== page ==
Over the river and through the woods
. . .
It is not something that comes and goes
with the winds, but one of my most revered episodes of childhood (at Crothersville)
came at a time when times were, indeed, worse than they are at this Thanksgiving
My mother, the late Laura Belle Scifres, had taken
me shopping at Bill Applegate’s grocery store (everybody had a running
bill at the store because we were not yet recovered from the Great Depression).
I don’t remember how old I might have been, but
I do recall my mother discussing Thanksgiving Day dinner (it would be at
noon or so, not evening).
It was well before turkey dinners were popular,
and the ladies of the town were loading up for all kinds of meat dishes,
and one woman asked my mother what she would be cooking for Thanksgiving.
“I don’t know, my mother said, adding, “Jake (my
father) is out hunting now . . . I will cook whatever he brings in.”
When my dad returned from hunting with his old
16-gauge Winchester 97 pump gun, he spread newspaper on the kitchen linoleum
floor and emptied the game bag of his hunting coat. There were half a dozen
or so quail, several rabbits, and four mallard ducks--a bountiful haul.
With this collection of wild and wonderful food,
there was the heart-warming story of how the ducks, almost unheard of in
Southern Indiana in those years, were on a deep hole in the Muscatatuck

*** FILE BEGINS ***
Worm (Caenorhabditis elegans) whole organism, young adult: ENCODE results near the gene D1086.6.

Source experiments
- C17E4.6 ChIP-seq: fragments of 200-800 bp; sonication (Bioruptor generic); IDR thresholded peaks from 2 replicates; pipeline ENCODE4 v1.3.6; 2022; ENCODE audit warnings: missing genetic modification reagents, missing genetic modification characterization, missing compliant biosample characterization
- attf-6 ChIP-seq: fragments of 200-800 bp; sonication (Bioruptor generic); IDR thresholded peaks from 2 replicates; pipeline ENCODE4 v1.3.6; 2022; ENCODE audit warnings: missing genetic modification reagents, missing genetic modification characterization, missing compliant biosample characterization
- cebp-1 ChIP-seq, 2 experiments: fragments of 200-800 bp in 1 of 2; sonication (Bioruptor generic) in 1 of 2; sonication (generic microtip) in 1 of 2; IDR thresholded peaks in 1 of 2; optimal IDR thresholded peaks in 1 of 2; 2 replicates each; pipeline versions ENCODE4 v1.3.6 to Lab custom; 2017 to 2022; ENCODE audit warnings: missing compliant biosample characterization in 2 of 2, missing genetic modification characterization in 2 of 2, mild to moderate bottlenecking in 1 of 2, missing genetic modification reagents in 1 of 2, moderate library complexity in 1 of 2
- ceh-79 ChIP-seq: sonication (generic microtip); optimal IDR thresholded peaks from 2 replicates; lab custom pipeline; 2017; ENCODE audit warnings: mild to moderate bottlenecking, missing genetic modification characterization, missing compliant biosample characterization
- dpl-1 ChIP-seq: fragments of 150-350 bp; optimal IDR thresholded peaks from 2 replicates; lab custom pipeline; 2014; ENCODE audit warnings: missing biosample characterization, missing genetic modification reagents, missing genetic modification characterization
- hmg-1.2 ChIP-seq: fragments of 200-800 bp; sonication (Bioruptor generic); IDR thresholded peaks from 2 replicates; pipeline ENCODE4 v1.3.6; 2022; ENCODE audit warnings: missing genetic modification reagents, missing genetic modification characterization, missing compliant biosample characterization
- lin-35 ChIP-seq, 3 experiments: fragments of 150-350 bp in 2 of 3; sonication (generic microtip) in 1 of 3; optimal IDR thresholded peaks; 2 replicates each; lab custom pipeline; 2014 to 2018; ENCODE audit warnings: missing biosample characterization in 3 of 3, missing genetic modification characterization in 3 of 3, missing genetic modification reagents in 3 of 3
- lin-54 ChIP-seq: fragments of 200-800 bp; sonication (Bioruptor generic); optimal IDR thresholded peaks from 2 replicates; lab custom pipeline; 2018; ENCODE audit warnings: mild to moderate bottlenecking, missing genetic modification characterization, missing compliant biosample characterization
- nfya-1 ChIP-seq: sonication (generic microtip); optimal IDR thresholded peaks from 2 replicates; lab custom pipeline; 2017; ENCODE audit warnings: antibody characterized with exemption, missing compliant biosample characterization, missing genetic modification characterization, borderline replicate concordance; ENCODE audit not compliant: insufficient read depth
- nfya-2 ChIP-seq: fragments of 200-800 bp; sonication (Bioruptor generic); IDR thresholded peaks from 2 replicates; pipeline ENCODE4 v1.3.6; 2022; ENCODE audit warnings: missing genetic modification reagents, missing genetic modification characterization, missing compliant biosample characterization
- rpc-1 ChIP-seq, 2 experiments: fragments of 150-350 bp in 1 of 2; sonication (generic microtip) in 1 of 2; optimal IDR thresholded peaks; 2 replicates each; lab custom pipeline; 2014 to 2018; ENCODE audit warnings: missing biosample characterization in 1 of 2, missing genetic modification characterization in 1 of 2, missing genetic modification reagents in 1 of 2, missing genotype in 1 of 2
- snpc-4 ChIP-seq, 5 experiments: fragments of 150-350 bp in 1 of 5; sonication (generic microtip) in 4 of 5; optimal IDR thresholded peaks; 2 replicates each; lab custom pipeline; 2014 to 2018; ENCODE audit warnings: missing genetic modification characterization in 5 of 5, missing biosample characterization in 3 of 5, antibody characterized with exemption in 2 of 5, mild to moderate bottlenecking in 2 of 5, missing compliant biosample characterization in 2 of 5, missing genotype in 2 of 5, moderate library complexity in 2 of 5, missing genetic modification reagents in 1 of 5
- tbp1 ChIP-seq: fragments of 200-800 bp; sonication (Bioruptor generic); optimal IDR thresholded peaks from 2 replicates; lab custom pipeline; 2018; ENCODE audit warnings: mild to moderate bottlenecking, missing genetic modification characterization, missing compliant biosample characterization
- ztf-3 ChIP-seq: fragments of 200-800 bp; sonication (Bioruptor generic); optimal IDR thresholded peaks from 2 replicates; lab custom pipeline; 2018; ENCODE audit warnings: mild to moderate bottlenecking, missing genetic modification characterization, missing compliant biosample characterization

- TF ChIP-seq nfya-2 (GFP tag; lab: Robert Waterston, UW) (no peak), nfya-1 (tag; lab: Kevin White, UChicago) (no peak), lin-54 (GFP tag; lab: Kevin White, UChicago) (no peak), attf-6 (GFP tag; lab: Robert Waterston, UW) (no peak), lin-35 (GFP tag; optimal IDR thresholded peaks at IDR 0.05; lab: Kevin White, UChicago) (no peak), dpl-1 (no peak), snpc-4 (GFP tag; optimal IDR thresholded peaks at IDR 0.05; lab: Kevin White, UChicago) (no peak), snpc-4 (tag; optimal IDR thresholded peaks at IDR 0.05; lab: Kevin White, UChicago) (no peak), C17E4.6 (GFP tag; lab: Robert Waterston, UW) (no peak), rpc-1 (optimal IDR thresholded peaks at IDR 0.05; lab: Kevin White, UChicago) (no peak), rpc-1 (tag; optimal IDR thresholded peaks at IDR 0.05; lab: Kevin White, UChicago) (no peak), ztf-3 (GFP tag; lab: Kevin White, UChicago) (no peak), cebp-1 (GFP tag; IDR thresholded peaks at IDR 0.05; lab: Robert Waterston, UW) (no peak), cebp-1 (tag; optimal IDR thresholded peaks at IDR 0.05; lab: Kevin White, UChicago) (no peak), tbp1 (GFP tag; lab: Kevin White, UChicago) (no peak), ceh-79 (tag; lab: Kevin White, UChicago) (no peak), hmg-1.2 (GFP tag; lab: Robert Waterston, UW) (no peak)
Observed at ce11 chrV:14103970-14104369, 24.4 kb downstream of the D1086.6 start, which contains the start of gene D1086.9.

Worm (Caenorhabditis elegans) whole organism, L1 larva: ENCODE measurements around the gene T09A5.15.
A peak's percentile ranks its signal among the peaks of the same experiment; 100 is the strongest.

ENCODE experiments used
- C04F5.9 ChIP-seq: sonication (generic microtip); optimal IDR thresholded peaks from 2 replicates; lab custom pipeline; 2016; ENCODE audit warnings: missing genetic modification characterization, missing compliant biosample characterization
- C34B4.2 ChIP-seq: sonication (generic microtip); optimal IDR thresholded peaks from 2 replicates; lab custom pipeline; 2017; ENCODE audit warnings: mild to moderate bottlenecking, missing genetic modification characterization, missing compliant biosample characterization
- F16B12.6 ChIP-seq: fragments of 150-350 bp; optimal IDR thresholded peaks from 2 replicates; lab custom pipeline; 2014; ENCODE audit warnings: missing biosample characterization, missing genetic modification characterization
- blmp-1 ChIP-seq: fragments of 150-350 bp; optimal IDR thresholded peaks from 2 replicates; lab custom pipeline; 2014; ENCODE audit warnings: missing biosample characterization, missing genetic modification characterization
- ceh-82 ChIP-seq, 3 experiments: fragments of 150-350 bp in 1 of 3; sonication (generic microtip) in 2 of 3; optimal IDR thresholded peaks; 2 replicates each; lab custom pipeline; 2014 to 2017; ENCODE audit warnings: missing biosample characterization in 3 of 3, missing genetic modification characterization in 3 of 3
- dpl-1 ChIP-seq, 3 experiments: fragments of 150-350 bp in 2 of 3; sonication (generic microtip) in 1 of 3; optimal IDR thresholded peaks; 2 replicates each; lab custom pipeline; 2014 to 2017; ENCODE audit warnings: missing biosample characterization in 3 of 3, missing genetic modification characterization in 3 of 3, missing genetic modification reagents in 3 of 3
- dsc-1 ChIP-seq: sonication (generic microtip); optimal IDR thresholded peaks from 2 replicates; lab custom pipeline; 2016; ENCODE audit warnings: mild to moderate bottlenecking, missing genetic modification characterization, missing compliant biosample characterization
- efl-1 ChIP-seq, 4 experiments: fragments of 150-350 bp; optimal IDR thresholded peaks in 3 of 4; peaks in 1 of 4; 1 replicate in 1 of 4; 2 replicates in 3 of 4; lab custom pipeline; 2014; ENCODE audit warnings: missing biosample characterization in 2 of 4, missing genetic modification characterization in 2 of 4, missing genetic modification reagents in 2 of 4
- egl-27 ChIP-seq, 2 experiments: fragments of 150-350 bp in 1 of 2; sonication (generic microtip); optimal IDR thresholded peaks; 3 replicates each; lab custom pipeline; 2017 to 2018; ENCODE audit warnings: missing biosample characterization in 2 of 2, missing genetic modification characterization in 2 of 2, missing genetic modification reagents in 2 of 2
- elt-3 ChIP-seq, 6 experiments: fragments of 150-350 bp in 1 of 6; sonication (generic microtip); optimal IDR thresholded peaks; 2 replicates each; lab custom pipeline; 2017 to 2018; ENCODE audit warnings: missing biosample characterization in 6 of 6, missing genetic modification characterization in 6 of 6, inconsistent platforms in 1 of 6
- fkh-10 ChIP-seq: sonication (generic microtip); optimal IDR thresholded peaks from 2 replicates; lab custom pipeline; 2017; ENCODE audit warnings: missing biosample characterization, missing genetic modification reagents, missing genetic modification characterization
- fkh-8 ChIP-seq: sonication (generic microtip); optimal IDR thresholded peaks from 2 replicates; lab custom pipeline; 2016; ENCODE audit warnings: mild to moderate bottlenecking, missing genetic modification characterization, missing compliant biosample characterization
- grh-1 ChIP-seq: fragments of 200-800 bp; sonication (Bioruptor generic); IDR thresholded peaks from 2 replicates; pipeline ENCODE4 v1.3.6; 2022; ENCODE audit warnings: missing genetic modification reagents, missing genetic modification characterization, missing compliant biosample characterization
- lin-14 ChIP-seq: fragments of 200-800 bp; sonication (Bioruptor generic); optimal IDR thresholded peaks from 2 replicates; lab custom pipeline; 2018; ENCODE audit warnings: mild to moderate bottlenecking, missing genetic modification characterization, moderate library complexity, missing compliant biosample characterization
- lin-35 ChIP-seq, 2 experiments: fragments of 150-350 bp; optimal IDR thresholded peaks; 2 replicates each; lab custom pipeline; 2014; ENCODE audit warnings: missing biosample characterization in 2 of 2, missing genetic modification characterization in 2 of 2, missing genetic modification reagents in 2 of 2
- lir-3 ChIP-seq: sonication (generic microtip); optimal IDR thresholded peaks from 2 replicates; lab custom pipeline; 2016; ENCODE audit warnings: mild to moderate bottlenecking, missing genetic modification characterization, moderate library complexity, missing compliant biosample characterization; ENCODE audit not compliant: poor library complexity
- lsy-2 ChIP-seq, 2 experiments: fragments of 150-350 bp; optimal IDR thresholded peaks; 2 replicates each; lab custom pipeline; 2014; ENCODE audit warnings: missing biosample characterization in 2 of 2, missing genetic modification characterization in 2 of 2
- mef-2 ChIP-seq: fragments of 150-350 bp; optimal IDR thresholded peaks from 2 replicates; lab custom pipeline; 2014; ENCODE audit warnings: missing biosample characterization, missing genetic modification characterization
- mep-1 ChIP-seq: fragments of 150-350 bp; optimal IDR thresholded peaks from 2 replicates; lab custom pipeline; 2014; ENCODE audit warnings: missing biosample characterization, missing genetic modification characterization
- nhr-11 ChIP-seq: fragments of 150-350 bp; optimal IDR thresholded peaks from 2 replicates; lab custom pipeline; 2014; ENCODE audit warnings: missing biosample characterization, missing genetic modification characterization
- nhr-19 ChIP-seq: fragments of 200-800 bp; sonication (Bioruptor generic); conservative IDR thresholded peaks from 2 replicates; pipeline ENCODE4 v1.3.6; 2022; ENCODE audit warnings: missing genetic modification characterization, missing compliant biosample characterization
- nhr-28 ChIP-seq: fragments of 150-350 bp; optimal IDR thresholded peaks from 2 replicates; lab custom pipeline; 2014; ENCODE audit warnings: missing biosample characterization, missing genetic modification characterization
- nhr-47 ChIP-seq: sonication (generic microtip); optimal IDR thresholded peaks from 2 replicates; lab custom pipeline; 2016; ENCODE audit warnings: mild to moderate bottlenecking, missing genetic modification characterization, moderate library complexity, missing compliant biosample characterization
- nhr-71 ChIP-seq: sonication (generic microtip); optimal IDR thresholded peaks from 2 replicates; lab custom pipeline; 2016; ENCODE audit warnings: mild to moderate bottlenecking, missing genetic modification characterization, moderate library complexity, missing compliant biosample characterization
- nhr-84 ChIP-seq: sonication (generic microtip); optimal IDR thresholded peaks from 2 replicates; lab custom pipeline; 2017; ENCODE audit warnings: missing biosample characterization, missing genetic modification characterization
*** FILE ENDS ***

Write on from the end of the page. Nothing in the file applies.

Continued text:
River, and how Debbie, our little white wire-haired terrier went into very
deep water to get the fourth duck. Debbie could not get out of the deep
water and up a steep clay bank with the bird and was nearing exhaustion
when my dad placed his gun in the weeds, slid down the bank and grabbed
a bush to halt his slide to the water’s edge. There he grabbed Debbie by
the skin behind her neck and gave the dog, the duck, and all a giant lifting
ride to safety.
I can recall, vividly, how I cuddled Debbie thankfully
that night on the black leather davenport, and the memory of that Thanksgiving
dinner never is far removed. In my mind, I see the baked duck and quail
(in a huge pan of sage dressing) roll out of the oven of the old kitchen
wood stove and take their place among the candied sweet potatoes, the homemade
cranberry sauce, mashed potatoes and gravy.
It was a time of huge thanks.
. . . step light, my dapple gray .
. . spring over the ground, like a hunting hound. . . for this is Thanksgiving
RAW FUR PRICES
-- Bruce Plowman, the former Division of Fish and Wildlife’s biologist,
now is working for a gold mine in Alaska, so the dope on prospective raw
fur prices for 2008 is unknown to the state folks, and likely will stay
that way for a spell.
However, your inquiring reporter is seeking (the
TV networks bigwigs would say “I am vetting fur prices" because they do
not wish to be understood) information on raw fur prices for this year.
We will pass them on in a future column.
-- Indiana's 2nd annual fly fishing and wing shooting show is set for Saturday,
January 10, at the State Fairgrounds Ag/Hort Building in Indianapolis.
“Indiana on the Fly” will feature over 60 well-known
vendors from across the Midwest with enough variety to satisfy the most
discriminating outdoor sports enthusiast.
This year's show features an expanded vendor
area and separate casting arena sure to bring in even more sportsmen and
women than last year.
Fly fishing celebrity and author Bob Clouser
will be speaking in addition to other experts on a variety of fly fishing
related topics. The day's activities also include a gear show, casting
clinic and fly tying exhibitors as well as a children’s fly tying station,
a learning center featuring Purdue University Entomology Department, IDNR
exhibits and a Women’s Workshop.